Thursday, December 28, 2017

T&T Clark Studies in Fundamental Liturgy - FAIL

With its iconic cover, based on past experience with other pricey titles in the same series, I did not hesitate long and looked forward to reading this tome. I must say it was a disappointment. I cannot recommend:
The Banished Heart
Origins of Heteropraxis in the Catholic Church
Geoffrey Hull
T&T Clark International, New York, 2010

Giving it my best effort, I attentively read the first half of the book and sampled here and there in the latter part, with special attention for the author's conclusions. The book just does not deliver. No doubt, if I had perused the bibliography before ordering the book, I may have given it a pass, although the chapter headings are quite captivating.

The author's oriental bias is just that, a bias. His preference for the married parochial clergy of the Byzantine world over and against Tridentine, seminary trained celibate Latin clergy is unfounded, as are the conclusions which he draws concerning the relative vivacity of the liturgical life in the pre-conciliar period of the Church's two lungs. There is no rhyme or reason to what he chooses to praise in one tradition and criticize in another. I say this on the basis of my own experience as papal representative to Ukraine and what I know about the ongoing efforts of bishops and clergy to meet the challenges of living the faith in a Byzantine context in our day and time.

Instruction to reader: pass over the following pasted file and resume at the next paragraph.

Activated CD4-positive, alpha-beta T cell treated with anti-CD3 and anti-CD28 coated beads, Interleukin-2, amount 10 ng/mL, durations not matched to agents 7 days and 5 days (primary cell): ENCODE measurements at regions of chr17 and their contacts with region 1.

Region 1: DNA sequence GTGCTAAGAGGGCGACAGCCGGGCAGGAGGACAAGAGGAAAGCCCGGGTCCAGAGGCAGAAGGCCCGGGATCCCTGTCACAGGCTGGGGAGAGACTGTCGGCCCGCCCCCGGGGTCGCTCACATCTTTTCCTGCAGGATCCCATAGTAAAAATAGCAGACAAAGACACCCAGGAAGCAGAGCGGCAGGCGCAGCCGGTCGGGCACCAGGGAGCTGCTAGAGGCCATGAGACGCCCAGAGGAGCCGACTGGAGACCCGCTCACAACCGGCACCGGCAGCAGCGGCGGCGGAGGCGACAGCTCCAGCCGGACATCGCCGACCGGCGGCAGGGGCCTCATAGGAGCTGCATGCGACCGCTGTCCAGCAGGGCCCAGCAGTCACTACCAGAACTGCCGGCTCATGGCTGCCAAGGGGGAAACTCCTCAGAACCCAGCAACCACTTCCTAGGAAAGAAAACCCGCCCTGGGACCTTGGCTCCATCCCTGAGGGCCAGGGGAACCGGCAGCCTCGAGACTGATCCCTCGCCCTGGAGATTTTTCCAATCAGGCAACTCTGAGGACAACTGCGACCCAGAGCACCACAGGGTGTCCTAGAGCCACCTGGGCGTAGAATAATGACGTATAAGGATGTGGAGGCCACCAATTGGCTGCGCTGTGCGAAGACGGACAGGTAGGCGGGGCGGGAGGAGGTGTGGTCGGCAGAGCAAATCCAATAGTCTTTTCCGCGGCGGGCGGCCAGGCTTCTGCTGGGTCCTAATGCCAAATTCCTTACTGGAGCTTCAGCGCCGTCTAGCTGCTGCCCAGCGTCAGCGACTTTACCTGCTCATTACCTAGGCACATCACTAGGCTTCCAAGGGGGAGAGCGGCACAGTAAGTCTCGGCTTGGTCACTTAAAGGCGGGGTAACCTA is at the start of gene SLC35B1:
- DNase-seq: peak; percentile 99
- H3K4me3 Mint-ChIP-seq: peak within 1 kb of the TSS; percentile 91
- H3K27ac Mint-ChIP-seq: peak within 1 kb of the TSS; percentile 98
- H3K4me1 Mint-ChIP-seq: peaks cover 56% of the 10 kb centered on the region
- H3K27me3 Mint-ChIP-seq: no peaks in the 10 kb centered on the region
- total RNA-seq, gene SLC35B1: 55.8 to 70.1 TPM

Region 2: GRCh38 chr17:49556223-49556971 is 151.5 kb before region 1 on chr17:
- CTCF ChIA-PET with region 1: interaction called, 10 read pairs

His caricature of  the Latin confessional as a deformation of auricular confession and penitential practice is nothing more than a shot from the hip. As recently ago as my young priest days in Italy, in most parishes the confessional was reserved for women's confessions (for the sake of the grate to separate confessor and female penitent) and for men the confessor sat up front in the open.

Dumbfounding was the author's dismissal of Baroque art, architecture and liturgy, summing up polyphony as little more than a mean transfer from the opera stage to the high altar. 

For these and for many more generalizations or snap conclusions, one might rightly mistrust the author's sweeping condemnations of nearly every Pope in the last 150 years, plus countless conspiracy theories plotted against the tradition by the curial entourage.

 Chalk this one up to impulse buying and let's move on! 

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